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How Secure Are We?

Romans 8:28-39

 

How secure are those who have trusted the Lord Jesus Christ for their salvation? The Apostle Paul showed us in Romans 8. He first made a statement of promise and from that promise he asked questions to make us realize how secure we are. First, the promise. “And we know that for those who love God all things work together for good, for those who are called according to His purpose. For those whom He foreknew He also predestined to be conformed to the image of His Son, in order that He might be the firstborn among many brothers. And those whom He predestined, He also called, and those whom He called He also justified, and those whom He justified He also glorified.” (Romans 8:28–30)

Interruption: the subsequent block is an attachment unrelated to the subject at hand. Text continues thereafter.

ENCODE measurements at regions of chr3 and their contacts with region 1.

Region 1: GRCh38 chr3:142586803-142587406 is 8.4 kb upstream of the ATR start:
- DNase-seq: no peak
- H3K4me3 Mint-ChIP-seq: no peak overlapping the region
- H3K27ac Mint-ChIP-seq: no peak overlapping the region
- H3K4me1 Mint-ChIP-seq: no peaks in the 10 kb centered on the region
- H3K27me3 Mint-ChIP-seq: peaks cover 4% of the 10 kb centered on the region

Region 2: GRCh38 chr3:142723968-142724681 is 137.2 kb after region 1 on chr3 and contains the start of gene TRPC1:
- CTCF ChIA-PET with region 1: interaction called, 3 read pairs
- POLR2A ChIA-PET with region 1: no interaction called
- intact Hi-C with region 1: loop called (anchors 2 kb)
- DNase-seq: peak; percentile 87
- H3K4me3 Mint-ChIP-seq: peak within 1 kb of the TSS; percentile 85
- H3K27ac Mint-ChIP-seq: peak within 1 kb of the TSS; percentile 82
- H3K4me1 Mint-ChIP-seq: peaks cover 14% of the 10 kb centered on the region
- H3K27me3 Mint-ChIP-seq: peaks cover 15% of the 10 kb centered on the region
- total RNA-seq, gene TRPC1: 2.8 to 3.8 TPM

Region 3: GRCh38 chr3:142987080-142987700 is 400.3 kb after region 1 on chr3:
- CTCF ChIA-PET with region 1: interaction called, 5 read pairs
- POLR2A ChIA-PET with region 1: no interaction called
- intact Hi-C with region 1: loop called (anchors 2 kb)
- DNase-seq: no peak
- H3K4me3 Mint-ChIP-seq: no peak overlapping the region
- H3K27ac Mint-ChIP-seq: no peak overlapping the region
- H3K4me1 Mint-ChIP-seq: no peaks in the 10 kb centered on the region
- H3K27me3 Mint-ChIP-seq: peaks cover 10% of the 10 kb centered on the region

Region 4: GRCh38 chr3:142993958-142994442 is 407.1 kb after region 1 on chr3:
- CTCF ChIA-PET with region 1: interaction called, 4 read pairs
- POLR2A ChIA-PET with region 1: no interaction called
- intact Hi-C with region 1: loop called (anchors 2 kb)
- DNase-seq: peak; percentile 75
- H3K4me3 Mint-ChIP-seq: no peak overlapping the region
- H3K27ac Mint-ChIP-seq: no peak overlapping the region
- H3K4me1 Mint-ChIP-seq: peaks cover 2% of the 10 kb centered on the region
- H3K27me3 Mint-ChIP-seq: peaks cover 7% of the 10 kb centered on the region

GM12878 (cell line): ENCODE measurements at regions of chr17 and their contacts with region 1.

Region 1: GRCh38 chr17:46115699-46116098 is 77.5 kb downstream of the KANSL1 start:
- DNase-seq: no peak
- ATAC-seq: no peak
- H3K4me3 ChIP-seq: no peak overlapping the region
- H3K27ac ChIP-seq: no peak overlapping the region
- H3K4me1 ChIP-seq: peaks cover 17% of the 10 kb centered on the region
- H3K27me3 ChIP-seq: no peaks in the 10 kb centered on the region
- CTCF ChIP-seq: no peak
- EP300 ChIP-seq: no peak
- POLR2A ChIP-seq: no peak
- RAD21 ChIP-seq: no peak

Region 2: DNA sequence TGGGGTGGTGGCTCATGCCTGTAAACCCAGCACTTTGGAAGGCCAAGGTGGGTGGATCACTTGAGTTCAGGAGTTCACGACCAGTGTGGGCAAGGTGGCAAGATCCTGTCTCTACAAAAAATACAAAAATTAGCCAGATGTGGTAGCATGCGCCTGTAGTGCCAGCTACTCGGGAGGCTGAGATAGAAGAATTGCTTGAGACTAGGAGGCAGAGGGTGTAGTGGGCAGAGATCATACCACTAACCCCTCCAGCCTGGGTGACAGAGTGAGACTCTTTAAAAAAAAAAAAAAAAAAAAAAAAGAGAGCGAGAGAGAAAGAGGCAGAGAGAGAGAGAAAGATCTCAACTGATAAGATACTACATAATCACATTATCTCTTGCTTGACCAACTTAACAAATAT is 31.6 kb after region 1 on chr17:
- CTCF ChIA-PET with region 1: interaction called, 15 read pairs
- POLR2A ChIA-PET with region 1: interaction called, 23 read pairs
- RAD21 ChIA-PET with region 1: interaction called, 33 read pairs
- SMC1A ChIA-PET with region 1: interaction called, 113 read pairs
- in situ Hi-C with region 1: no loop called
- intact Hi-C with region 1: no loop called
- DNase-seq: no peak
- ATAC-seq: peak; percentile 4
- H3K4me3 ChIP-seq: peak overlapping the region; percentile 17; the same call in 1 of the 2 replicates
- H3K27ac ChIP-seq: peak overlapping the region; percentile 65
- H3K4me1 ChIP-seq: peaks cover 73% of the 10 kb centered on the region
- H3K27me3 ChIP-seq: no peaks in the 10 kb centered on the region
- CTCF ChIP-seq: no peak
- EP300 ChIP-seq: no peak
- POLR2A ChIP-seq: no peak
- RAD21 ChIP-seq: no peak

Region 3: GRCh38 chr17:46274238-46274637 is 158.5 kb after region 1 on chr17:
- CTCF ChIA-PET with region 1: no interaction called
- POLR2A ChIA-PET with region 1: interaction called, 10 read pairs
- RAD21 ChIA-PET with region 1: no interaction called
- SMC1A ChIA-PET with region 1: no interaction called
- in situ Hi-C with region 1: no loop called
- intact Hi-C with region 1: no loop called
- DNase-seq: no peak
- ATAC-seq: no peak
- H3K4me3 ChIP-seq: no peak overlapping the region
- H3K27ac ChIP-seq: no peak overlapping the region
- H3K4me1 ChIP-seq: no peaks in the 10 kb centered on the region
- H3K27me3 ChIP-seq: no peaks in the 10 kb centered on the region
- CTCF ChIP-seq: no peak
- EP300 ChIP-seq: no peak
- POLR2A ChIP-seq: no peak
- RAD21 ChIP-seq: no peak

The promise itself is sandwiched between two phrases describing believers. Those who genuinely believe in the Lord Jesus Christ are the ones who love God and who are the called (by God) according to His purpose. To those God Himself guarantees all things work together for good. This strongly implies God designs everything that comes into the life of a believer. There are no accidents, only divinely appointed events.

The promise continues to tell us how complete this blessing is. God’s promise is not just a momentary provision, it is a commitment spanning our whole lives. Those He foreknew (those whom God set His love upon) He predestinated to be conformed into the very image of His Son, the Lord Jesus Christ Himself. God the Father is at work turning us into the image of our Savior and Lord.